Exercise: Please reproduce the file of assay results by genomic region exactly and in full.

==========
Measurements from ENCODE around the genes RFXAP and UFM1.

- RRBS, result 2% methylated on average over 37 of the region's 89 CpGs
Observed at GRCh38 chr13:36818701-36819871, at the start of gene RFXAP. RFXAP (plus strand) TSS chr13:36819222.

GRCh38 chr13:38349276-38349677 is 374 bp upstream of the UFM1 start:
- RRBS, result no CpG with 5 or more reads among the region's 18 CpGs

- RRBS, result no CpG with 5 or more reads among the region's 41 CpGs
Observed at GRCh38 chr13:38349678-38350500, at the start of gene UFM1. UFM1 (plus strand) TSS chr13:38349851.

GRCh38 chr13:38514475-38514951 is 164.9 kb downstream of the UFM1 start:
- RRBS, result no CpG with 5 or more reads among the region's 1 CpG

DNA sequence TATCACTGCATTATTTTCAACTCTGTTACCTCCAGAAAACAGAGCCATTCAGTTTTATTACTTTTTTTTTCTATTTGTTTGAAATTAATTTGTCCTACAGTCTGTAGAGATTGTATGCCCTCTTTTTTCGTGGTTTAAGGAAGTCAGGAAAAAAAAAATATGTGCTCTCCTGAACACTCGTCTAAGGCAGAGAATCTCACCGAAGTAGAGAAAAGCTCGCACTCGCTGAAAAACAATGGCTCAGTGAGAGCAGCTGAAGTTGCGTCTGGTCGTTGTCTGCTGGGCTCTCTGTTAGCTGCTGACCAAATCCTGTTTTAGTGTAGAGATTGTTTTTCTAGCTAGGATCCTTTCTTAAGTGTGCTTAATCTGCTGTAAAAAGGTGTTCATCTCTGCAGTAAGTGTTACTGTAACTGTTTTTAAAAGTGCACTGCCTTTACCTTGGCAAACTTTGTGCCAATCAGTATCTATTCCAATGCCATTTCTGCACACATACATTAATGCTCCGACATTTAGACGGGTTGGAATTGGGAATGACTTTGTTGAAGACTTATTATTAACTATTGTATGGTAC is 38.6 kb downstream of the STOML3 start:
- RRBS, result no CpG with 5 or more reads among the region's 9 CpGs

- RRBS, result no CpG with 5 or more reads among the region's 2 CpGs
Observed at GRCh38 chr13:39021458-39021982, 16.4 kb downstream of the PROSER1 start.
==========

Measurements from ENCODE around the genes RFXAP and UFM1.

- RRBS, result 2% methylated on average over 37 of the region's 89 CpGs
Observed at GRCh38 chr13:36818701-36819871, at the start of gene RFXAP. RFXAP (plus strand) TSS chr13:36819222.

GRCh38 chr13:38349276-38349677 is 374 bp upstream of the UFM1 start:
- RRBS, result no CpG with 5 or more reads among the region's 18 CpGs

- RRBS, result no CpG with 5 or more reads among the region's 41 CpGs
Observed at GRCh38 chr13:38349678-38350500, at the start of gene UFM1. UFM1 (plus strand) TSS chr13:38349851.

GRCh38 chr13:38514475-38514951 is 164.9 kb downstream of the UFM1 start:
- RRBS, result no CpG with 5 or more reads among the region's 1 CpG

DNA sequence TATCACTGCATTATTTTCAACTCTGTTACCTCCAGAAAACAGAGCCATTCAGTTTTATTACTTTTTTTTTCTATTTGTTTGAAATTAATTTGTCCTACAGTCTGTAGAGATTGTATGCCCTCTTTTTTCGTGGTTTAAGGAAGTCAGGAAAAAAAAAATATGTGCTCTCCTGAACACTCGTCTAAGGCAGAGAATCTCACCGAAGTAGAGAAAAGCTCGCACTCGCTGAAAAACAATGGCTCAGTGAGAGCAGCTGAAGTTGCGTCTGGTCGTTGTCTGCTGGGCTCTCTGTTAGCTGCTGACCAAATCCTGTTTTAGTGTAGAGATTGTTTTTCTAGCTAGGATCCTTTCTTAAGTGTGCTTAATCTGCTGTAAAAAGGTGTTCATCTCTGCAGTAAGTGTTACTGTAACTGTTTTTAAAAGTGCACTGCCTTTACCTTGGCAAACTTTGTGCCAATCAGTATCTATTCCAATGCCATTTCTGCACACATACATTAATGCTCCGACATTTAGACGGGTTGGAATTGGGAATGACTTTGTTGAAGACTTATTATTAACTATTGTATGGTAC is 38.6 kb downstream of the STOML3 start:
- RRBS, result no CpG with 5 or more reads among the region's 9 CpGs

- RRBS, result no CpG with 5 or more reads among the region's 2 CpGs
Observed at GRCh38 chr13:39021458-39021982, 16.4 kb downstream of the PROSER1 start.